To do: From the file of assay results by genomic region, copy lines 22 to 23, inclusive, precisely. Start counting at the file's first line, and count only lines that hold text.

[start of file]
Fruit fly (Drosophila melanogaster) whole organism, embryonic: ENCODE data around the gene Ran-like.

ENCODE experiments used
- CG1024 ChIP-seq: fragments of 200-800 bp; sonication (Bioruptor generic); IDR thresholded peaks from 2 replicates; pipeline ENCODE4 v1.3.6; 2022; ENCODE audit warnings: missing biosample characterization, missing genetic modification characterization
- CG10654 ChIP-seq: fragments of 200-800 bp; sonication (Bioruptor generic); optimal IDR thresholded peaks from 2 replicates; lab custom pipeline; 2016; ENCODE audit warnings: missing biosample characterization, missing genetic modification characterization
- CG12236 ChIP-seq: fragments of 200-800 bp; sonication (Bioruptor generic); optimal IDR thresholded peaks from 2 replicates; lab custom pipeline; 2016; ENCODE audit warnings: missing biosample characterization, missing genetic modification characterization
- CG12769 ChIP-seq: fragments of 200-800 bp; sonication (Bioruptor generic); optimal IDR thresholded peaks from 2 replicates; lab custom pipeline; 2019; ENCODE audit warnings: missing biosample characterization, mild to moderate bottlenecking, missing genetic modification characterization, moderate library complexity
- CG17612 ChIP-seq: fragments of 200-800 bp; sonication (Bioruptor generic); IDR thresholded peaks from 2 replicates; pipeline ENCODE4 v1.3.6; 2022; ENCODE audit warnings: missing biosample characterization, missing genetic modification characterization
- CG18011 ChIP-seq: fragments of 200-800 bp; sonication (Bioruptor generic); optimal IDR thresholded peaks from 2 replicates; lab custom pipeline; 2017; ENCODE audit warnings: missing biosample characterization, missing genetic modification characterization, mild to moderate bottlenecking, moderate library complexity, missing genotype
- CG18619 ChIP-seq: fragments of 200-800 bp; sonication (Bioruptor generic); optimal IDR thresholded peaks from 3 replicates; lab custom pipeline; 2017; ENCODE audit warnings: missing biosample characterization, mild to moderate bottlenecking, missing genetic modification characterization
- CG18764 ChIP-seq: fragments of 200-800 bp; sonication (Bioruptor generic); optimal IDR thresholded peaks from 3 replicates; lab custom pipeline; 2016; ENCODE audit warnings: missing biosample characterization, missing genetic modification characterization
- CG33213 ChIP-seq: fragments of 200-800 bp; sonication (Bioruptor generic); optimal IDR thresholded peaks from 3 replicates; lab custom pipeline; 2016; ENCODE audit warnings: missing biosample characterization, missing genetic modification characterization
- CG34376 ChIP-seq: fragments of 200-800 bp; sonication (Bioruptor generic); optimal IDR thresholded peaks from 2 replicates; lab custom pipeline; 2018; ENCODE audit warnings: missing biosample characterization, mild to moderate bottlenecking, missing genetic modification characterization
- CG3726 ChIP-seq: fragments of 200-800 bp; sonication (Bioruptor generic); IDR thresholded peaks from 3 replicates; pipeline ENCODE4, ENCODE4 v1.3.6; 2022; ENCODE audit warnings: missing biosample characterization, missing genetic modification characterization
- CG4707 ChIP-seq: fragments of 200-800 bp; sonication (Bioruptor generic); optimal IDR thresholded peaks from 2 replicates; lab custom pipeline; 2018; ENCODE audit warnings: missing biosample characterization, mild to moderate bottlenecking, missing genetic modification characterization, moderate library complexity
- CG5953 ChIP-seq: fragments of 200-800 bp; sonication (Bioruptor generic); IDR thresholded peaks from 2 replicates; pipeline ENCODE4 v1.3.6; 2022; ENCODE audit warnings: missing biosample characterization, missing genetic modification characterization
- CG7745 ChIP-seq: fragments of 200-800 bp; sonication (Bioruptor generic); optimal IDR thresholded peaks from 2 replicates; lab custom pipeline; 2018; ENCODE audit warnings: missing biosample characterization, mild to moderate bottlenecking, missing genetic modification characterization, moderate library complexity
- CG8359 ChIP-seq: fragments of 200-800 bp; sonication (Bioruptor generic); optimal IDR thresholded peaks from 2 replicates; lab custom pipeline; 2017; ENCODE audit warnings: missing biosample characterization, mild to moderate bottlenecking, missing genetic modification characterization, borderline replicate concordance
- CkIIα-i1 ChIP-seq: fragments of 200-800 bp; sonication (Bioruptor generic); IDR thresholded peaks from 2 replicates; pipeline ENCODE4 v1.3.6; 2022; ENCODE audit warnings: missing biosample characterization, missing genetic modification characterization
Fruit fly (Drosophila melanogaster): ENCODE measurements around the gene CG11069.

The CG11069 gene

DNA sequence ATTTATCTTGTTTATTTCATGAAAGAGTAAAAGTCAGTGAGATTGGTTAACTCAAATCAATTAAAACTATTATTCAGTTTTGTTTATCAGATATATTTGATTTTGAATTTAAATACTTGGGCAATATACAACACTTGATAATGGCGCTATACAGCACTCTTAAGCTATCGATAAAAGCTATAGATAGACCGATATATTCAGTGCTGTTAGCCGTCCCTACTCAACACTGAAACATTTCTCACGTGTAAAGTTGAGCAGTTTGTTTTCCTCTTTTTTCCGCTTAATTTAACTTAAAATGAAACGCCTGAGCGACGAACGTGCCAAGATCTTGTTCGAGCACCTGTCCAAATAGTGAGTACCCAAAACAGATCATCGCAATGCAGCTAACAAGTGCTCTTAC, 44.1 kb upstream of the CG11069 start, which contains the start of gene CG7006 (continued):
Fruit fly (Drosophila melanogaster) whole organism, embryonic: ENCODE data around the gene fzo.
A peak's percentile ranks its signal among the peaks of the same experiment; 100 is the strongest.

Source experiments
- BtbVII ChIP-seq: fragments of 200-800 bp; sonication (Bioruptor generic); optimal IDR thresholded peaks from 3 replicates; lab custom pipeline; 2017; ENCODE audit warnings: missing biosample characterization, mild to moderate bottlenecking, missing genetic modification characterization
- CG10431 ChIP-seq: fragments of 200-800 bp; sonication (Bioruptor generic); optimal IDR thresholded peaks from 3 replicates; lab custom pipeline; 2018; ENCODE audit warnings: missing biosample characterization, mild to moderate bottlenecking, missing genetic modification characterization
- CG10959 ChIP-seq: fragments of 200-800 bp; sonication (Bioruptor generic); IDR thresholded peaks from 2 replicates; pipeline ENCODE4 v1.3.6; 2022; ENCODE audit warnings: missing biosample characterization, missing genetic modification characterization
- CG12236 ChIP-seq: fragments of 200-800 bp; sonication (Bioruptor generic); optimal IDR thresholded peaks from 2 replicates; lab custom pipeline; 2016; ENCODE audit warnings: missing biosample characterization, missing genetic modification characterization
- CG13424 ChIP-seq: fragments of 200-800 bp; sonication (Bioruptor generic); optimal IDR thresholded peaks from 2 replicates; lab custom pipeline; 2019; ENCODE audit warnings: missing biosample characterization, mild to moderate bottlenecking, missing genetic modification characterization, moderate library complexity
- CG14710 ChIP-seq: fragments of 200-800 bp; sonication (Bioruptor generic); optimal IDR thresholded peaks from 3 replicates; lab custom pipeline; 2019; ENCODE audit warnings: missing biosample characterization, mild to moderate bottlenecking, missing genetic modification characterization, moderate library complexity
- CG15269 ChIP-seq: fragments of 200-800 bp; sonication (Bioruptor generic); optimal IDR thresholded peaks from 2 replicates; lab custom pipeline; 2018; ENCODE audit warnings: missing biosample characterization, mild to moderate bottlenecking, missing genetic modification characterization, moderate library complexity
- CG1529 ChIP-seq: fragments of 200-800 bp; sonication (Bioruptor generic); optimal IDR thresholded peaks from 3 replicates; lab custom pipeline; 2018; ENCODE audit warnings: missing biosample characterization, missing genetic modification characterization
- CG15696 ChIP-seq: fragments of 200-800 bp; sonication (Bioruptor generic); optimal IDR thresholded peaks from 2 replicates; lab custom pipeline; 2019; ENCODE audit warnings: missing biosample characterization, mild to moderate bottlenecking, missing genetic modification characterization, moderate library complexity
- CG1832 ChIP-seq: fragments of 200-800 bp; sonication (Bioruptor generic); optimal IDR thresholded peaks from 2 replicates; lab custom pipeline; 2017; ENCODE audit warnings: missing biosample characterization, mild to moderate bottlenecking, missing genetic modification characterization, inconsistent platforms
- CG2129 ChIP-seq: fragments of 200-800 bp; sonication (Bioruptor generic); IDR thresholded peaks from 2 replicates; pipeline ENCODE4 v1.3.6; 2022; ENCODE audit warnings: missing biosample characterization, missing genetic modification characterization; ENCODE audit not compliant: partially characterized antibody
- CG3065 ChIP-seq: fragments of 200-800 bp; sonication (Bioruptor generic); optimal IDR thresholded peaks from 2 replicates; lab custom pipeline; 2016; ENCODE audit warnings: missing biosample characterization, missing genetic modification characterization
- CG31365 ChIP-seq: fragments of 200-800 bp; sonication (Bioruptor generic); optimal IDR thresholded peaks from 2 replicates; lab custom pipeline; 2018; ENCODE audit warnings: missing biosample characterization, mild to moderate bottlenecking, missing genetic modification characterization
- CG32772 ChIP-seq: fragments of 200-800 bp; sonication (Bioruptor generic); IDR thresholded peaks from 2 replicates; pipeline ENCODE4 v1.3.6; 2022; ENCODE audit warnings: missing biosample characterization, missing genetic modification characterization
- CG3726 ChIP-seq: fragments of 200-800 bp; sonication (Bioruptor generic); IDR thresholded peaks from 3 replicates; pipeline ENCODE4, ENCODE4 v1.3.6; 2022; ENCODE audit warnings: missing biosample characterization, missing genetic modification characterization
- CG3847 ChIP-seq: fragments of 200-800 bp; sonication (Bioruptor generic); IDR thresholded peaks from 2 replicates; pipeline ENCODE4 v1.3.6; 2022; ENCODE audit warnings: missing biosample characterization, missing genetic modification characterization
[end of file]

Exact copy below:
Fruit fly (Drosophila melanogaster) whole organism, embryonic: ENCODE data around the gene fzo.
A peak's percentile ranks its signal among the peaks of the same experiment; 100 is the strongest.